The main issue here, though, is the fact that all of these changes have to be collectively bargained with the MLB Players' Association, long acknowledged as the most powerful union in America.  Six teams being eliminated could only be done with the consent of the players, and the elimination of 150 jobs just wouldn't sound too appealing to them.  

Likewise it is with the DH - it's a way to allow washed up non-athletic hitters to steal money get paid lucrative sums.  David Ortiz, Vladimir Guerrero, Adam Dunn, and Jim Thome would not have jobs if they had to play the field for at least seven innings; no team would waste the roster space on a one-dimensional player.  It's in the MLBPA's interest to keep the DH and to have as many teams as possible.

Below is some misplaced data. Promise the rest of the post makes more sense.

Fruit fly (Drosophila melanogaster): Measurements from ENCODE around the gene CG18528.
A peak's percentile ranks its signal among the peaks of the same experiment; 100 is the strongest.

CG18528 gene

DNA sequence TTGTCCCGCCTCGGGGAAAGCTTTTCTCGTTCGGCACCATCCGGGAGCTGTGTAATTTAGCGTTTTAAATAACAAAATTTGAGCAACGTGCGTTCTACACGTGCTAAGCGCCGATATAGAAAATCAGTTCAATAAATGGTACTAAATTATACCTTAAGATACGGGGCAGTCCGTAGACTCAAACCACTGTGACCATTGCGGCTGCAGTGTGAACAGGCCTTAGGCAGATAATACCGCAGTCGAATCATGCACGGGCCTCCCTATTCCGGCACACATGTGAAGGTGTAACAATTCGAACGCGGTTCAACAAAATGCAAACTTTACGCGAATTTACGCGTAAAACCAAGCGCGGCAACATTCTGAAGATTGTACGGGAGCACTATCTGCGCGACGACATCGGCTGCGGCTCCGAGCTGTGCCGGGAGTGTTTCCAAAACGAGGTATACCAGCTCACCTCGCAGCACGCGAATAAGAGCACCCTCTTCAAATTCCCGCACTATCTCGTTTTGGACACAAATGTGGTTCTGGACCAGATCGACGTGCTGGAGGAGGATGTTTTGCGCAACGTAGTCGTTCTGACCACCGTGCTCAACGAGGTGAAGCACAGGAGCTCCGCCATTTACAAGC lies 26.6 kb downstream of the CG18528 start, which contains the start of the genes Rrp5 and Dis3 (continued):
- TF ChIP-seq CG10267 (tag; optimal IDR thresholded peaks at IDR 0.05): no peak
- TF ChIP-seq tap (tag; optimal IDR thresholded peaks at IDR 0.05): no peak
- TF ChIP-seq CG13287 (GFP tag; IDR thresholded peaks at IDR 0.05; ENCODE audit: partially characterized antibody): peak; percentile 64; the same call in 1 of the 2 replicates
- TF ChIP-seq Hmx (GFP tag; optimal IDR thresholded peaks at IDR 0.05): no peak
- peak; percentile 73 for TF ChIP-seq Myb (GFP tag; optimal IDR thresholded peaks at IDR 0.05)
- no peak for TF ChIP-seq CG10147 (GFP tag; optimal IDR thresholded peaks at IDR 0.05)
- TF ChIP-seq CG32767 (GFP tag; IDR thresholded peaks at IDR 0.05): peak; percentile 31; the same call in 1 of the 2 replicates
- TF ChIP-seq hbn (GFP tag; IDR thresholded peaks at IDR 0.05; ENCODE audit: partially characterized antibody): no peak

Anyway, this is all a faint hope. It will never happen, but this is how it would be in a fantasy world.  Think about it, though - the talent level would be so much less diluted than it is now; several players who have no business sniffing a Major League roster will never make it past Double-A.  The pitching would improve (a complaint always heard around expansion time), and there would be a little more parity in MLB (although I do believe such a thing is a tad overrated).  I do have other ideas, but I will save those for another post as we move through the summer.  This one is an exercise in wishing more than anything else, but a lot of it makes a hell of a lot of sense.

Just too bad none of it will ever come to pass.  MLB sometimes does need to learn that indeed less is actually more.